Dispatch From The Drift Magazine’s Latest Party

I’m a firm believer that lit-mag parties are no fun: the food is lacking or abysmal, egos and alt-lit discussions are rampant, and I always end up trudging back to the subway feeling underread. On Wednesday, I decided to put my theory to the test as I joined the long line of young media people, pure randos and up-and-coming writers lining up outside Ainslie on the Bowery to celebrate The driftthe latest edition. I brushed aside a group of winged liner girls lighting cigarettes in the freezing wind and got one X scrawled on my hand and went inside.

In the rise and fall of light magazines and journals (RIP astra), The driftrecently endorsed by David Zwirner art gallery seems to be doing well, not only staying afloat, but also getting nods of approval from established bigwigs Harpers And The New Yorker. Founded in the summer of 2020 by recent Harvard graduates Rebecca Panovka and Kiara Barrow, the magazine bills itself as a politics, literature and criticism journal for “young writers who haven’t yet been absorbed into the media crush and don’t feel constrained through the confines of the existing discourse.” In case that doesn’t make sense to you, the site has clues as to what they want (“optimistic cynicism; insensitive screeds”) and what they don’t want (“thoughts on Heidegger , Nietzsche, Foucault)” and what they want are bored of (“your love life”).

Their parties have become a media frenzy of their own and provided endless Twitter fodder the morning after, but a friend of mine best described the whole evening when she said: “They’re a gathering of nerds who want to drink and talk shit The New Yorker.” Plus a few hip downtown Yids who were just there to party. Below a dispatch in the evening.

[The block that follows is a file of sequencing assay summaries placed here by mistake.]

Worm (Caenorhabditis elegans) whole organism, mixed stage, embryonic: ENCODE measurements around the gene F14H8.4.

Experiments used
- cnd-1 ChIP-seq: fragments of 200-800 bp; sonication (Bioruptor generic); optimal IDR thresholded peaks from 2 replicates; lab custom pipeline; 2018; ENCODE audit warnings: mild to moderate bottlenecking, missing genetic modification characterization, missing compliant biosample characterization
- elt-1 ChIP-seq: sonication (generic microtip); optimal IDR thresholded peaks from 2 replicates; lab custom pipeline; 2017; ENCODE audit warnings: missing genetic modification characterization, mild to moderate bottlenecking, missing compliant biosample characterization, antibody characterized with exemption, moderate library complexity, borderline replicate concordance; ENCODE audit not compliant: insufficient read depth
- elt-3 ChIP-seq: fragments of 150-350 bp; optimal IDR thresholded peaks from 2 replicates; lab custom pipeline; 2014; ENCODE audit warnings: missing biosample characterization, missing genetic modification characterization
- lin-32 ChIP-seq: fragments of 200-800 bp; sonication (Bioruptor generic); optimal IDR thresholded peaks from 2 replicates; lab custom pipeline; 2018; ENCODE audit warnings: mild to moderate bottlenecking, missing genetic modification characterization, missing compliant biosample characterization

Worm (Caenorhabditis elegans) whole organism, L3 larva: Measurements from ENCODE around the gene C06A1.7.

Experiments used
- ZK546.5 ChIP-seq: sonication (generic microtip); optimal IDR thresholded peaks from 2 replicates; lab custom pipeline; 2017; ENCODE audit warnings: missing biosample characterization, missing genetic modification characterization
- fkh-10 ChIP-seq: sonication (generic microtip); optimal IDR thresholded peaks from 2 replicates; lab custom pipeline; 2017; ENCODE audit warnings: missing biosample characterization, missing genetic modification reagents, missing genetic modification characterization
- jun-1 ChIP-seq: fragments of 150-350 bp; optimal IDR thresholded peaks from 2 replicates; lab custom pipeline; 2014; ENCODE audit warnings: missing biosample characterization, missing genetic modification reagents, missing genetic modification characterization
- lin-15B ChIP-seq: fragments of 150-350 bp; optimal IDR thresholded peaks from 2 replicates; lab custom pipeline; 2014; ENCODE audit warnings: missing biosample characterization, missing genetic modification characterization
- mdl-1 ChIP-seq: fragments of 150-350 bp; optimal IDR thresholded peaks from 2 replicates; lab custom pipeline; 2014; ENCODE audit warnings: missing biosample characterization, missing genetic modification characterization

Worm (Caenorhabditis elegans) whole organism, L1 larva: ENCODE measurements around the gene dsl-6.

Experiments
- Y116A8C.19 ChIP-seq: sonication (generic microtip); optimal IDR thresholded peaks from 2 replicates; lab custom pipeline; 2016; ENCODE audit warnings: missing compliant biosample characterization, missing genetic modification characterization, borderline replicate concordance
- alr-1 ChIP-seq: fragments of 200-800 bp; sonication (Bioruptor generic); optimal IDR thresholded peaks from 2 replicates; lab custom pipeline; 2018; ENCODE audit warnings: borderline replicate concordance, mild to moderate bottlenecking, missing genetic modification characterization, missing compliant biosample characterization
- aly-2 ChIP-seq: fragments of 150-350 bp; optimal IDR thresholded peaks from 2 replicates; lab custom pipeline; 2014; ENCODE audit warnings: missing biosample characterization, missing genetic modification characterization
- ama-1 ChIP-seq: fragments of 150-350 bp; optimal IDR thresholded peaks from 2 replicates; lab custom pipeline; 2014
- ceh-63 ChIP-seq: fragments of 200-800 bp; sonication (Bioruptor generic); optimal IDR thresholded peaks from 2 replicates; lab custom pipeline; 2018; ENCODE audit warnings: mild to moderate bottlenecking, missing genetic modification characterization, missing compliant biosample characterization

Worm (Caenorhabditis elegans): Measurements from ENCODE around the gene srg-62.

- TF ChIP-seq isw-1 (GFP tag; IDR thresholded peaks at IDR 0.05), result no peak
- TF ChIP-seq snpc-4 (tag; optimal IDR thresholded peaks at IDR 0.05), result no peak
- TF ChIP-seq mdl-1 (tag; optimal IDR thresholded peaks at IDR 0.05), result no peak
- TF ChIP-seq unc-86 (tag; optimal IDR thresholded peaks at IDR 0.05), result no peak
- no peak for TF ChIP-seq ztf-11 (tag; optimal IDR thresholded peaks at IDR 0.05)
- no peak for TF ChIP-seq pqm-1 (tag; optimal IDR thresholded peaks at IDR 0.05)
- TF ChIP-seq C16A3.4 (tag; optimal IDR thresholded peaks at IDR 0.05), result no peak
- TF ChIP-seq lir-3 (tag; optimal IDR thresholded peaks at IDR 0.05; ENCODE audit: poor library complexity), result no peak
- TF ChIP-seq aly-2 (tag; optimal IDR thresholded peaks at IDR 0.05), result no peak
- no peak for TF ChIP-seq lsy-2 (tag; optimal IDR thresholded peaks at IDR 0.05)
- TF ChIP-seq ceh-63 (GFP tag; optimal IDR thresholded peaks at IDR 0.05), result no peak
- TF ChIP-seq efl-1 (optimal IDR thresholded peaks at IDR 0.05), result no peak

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As a small person in a dimly lit restaurant, it was difficult to tell if famous writers were present, but I enjoyed the low-key atmosphere and anonymous crowd. I met my ninth grade writing camp roommate and met a co-worker drift editor See Micahand was said chandelier Author Raven Leilani was there, but who’s to say.

I stayed here for the spaciousness and ambiance of the multi-level Italian restaurant, which falls somewhere between dive bars and rustic date night: cans of tomato sauce, packaged ronzoni, and wine bottles lined the walls; Plants sloshed from a rowboat suspended from the ceiling; Gaudy chandeliers almost kissed the tables, including the foosball table where I watched a horny couple shake hands.

Photo: Tanya Kulesh

After the reading and rehearsal mic tapping was done, the DJ did whatever he wanted, from “Them Changes” to “Walk on By,” prompting a man next to me in button-up to nod his head. Who isn’t here for Warwick?

I stuffed myself for the occasion with a huge blazer and jeans and appreciated that anything casual or semi-casual worked: the night was a sea of ​​denim, black dresses, sweaters and tiny buns mingling, until all outfits looked more or less the same to me.

Photo: Tanya Kulesh

I heard a rumor that there would be free pizza at some point, but it never materialized. Some attendees, seated at tables in the back room, ordered food; I sipped my $20 martini and watched them, hungry and frugal. One of the couples at the rotating date table next to me was eating what appeared to be fried chicken and some kind of creamy potato soup; a friend of theirs came by and inhaled longingly. “It smells divine,” she said. You take what you can get.

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I sat down at a table where two women were eating a full Italian meal of salads, flatbread, red wine, and chunks of burrata. None of them subscribed the drift or has read an issue. “I’m just super online,” one told me. “‘Heterosexual Oppression,'” her friend read on the back cover. “I could get into it.”

In the farthest dining room of the third venue, a group of women caught up; none of them subscribed the drift either me Do subscribe to something New York magazine,” one tells me). I was chatting with a friend of a friend who joked that John Grisham was her sugar daddy and then Irish finally left.


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